Sir Joseph Banks (1743-1820)
Sir Joseph Banks inherited his father’s estates in Lincolnshire
and considerable wealth in 1761. His first voyage of discovery was
to the coasts of Newfoundland and Labrador on HMS Niger, and on
his return to London in 1767, he was elected a member of the Royal
Society at the age of just 23.
When the Society proposed an expedition to observe the transit
of Venus in the Pacific in 1769, Banks was able to finance his own
team of scientists and assistants, including the botanist Daniel
Solander and the artist Sydney Parkinson. HMS Endeavour under James
Cook left England in August 1768.
Banks’s extensive botanical collections formed the basis
of the herbarium kept at his home in Soho Square. Instead of joining
Cook’s subsequent voyages, he mounted his own expedition
to Iceland, the Hebrides and Orkney in 1772. This was his last major
voyage; thereafter he exercised his influence from home.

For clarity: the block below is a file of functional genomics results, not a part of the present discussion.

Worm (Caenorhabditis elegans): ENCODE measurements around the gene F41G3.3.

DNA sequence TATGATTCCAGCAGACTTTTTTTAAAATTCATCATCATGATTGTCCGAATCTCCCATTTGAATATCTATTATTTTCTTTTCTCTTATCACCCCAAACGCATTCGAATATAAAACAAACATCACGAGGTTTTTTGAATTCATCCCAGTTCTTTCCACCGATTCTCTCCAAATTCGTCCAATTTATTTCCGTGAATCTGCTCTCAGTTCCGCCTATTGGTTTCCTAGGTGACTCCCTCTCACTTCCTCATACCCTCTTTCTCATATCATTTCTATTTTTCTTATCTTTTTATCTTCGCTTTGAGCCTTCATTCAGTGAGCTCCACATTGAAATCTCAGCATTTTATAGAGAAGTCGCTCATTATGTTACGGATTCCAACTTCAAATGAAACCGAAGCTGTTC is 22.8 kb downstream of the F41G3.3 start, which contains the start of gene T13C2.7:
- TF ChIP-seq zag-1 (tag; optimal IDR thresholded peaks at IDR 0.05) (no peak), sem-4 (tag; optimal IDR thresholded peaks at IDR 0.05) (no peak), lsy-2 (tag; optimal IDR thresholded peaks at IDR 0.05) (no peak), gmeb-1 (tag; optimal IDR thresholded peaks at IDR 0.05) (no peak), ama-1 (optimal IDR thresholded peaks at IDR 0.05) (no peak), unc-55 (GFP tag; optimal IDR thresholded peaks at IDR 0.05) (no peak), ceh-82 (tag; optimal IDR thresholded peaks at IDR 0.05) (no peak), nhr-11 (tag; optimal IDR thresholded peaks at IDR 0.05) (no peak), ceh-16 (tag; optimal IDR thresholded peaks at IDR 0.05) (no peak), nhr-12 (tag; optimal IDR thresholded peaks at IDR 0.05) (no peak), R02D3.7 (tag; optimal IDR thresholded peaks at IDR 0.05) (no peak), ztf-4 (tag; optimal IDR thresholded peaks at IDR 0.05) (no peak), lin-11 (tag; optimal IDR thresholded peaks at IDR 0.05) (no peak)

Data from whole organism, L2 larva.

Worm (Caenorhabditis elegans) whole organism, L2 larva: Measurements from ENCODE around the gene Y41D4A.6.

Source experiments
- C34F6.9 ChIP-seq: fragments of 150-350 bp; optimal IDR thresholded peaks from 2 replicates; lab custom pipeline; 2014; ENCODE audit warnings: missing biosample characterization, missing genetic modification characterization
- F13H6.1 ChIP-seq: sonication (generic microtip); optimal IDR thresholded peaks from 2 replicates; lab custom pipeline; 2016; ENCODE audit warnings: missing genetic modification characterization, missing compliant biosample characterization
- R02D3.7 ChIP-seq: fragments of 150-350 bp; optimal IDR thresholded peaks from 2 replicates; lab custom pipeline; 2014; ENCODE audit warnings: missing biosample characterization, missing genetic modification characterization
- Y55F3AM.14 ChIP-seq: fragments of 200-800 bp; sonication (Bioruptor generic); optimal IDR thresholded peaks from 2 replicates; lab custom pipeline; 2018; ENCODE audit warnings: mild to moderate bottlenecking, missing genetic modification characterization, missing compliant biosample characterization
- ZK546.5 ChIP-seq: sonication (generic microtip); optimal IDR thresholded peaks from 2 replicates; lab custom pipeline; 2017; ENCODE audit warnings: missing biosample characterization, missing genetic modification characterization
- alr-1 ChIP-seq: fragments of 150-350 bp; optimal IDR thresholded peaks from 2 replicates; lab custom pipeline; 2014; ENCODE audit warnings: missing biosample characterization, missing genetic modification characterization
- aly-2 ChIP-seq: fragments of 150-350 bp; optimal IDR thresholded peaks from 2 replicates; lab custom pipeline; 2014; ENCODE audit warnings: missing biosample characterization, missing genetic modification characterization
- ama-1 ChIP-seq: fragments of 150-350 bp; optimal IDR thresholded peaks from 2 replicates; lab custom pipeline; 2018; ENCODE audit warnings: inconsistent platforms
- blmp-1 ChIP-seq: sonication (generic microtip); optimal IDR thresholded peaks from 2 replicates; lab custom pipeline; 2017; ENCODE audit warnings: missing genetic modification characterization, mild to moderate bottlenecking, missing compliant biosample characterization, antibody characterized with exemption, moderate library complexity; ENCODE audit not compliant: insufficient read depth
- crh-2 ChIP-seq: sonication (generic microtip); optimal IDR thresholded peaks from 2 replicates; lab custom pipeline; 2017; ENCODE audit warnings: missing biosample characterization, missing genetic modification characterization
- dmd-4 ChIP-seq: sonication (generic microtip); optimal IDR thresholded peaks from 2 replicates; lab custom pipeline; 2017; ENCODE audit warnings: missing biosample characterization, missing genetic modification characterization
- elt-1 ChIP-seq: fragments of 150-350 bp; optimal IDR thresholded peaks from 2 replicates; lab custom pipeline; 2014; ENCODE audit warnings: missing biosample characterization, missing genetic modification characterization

Banks became the friend of George III, with whom he shared an interest
in agriculture and rural affairs, and from 1773 he acted as unofficial
director of the Royal Gardens at Kew. Banks organised the first
Kew collectors, including Francis Masson, James Bowie and Allan
Cunningham, and specimens arrived from all over the growing British
empire. Under his supervision Kew became one of the foremost botanical
gardens in the world.
Banks was involved in most British voyages of discovery of his
day, including the Bounty voyage under William Bligh, 1787-1789,
Bligh’s later voyage in HMS Providence, and Matthew Flinders’s
circumnavigation of Australia, 1800-1805. He also organised the
introduction of the first sheep into Australia.
In 1778, Banks was elected President of the Royal Society, a position
he held for the remainder of his life.
Banks Archive (based at the Natural History Museum)
Sir Joseph Banks Building (housing Kew’s Economic Botany
Several portraits of Sir Joseph Banks can be found in the collections
of the National Portrait Gallery.
Further information about Banks and his contribution to the world
of science can be found in Sir Joseph Banks: A Global Perspective,
published by the Royal Botanic Gardens, Kew.
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